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How to Handle a Deposition

Fewer things in life can be scarier than receiving a Notice of Deposition. Attorneys for both plaintiffs and defendants use them during the pre-trial discovery process to gather supporting evidence for their cases. Sometimes attorneys use the information they glean from the process to reach a settlement in civil cases or to arrange a plea bargain in criminal cases. Discovery comes in several forms. The most common is through the issuance of subpoenas for documents, written questions, and depositions.

A deposition is an oral statement from a witness obtained before a trial. Witnesses give their statements under oath, meaning they can suffer legal penalties if they lie. Cases based solely on legal issues rarely require depositions because witness testimony is irrelevant. Lawsuits, including personal injury and wrongful death claims, may use depositions to help recreate a complete picture of the events in question.

New Mexico law requires notices of deposition to be served at least 11 days before the date the witness must be deposed.

What to expect during a deposition

Giving a deposition is like testifying in court. Witnesses give sworn statements about the information they may have that pertains to a case. Unlike court testimony, there is no judge present. The only parties present include the attorney for the defense or prosecution who issued the notice, the attorney for the deposed (if they have one), and a person qualified to administer oaths. An official court stenographer also may attend to record the testimony, or it might be recorded electronically.

All present parties can ask questions of the witness. Lawyers for the deposed party cannot coach their clients on how to answer questions. Most depositions are considered hearsay and therefore inadmissible as evidence at trial. Exceptions for admission in court include:

  • The person giving their sworn statement incriminates themselves.
  • The person giving their sworn statement provides testimony in court that contradicts their deposition.
  • The person giving their sworn statement cannot be available to testify at trial.

Sometimes attorneys request written depositions instead. In those cases, parties submit questions to the deposed in advance, and the person answers only those questions. Written depositions tend to be more affordable but less reliable than verbal depositions.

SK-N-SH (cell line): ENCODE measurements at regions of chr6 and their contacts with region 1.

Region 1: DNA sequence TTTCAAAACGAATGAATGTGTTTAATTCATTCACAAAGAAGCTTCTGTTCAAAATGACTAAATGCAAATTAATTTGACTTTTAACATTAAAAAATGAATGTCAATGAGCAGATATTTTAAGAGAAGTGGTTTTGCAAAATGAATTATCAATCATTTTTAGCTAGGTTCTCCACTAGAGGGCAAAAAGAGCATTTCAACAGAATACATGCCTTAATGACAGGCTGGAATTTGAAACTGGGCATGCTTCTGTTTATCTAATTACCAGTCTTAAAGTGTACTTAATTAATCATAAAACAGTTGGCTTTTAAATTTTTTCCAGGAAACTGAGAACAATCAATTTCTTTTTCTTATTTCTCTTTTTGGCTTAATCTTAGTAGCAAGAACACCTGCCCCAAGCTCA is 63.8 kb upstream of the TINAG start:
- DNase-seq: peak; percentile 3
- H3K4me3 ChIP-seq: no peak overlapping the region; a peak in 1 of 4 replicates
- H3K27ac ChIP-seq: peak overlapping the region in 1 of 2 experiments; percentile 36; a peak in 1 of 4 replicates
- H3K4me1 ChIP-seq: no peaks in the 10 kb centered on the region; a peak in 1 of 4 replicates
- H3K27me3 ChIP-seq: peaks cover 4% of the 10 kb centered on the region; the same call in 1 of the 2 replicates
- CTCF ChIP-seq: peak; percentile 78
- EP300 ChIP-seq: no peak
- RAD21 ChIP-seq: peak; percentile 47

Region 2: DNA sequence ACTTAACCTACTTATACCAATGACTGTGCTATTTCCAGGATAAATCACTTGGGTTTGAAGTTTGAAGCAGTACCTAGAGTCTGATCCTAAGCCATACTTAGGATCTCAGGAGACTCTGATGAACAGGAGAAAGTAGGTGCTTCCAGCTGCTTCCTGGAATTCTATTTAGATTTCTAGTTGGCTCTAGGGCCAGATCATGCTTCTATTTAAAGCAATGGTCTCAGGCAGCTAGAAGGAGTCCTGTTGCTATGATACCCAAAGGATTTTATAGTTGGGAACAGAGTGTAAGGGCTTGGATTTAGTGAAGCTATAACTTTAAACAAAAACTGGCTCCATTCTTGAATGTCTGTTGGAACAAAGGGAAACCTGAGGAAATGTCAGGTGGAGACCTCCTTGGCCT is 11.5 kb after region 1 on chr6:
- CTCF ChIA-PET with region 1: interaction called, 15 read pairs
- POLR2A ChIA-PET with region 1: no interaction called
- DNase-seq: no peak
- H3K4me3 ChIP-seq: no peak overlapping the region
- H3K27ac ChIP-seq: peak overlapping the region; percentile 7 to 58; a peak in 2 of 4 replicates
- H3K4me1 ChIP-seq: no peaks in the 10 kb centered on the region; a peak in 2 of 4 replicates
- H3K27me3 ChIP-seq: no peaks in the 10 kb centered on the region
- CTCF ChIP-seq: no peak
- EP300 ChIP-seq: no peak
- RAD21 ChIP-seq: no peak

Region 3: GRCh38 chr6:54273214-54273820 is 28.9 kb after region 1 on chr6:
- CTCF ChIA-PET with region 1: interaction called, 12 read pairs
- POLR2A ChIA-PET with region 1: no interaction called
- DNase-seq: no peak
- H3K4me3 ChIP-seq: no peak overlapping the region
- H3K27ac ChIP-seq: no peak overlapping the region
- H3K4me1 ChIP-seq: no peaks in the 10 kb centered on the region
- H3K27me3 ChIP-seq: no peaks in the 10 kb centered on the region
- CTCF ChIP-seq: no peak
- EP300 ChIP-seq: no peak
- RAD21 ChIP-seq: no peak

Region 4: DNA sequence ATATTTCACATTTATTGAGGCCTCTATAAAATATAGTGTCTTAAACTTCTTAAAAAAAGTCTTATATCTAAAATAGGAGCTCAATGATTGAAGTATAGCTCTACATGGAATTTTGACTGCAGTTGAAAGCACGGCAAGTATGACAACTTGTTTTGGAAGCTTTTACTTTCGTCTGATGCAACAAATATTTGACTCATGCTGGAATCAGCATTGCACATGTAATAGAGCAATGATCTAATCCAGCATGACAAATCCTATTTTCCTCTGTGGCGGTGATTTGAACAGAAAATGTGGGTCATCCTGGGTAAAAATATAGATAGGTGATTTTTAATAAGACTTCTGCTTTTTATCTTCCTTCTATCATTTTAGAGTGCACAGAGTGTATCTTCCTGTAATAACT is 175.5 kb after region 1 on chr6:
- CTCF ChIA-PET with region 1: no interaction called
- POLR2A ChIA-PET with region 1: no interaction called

Tips for a successful deposition

Being deposed can feel like sitting in a hot seat. The more prepared you are for the event the more likely things will go smoothly. Here are some tips for priming yourself for the experience.

  1. Tell the truth
    More than anything else you can do during a deposition, being truthful is the one thing that can save you from a heap of legal trouble later. Providing false testimony during a deposition is equivalent to lying while under oath in a courtroom. Equal penalties for perjury apply and can include jail time under New Mexico Statute 70-2-10. If you know in advance you may have information that can be self-incriminating, speak to your legal counsel about the best way to handle questions that relate to your involvement. While you can plead the Fifth during a deposition, it is not recommended. Doing so means you are stuck with your answer and must use it if later called to testify in court.
  2. Hire an attorney
    Even if you have done nothing wrong, it is in your best interest to bring legal representation to any actions taken during the discovery process. Even if you retain a lawyer only for the deposition, it is money well spent to ensure the protection of your legal rights. Meet with your attorney before the date you must give your sworn testimony to share any concerns you have about the process. Your attorney can prepare you by reviewing expected topics and sample questions.
  3. Speak clearly
    Inaudible responses like head shaking to indicate yes or no answers cannot be transcribed by a stenographer and do not show up on an electronic recording (unless it is a video recording). Be mindful of this and make sure you speak clearly when answering all questions so they can e recorded accurately. Never blurt out the first response that comes to your mind when questioned. Take a few minutes to think it over to ensure your answers reflect the information you wish to convey. If a question includes a misstatement of fact, you can ask for it to be restated or correct the misstatement during your response. Deposition examiners are not your friend. Do not let them trip you up into revealing more than you intend to say.
  4. Never speculate
    When asked a question about something to which you have no knowledge, do not be afraid to say you do not know the answer. Do not speculate and do not let them examiner bully you into making a statement. When in doubt, responding with “I do not recall” is your best plan of action.
  5. Review exhibits
    If the examiner asks you questions about a specific document, ask to see it before you answer. You have a right to review any exhibits to make sure you understand them and can legitimately answer questions about their relevance to a pending case. If documents do not look familiar or you notice an issue with them, do not be afraid to speak up and do not answer questions about the document until your concerns are addressed.

Protect your rights during a deposition

Hiring an attorney to represent you during your deposition is a wise move. They can prepare you for the experience before the day arrives and be at your side to ensure the protection of your legal rights. Whether you face being deposed for a wrongful death lawsuit or as part of the contesting of a will, having legal representation can make all the difference in the outcome. Call 505-944-1050 or contact us online to schedule a free consultation to discuss your impending deposition.

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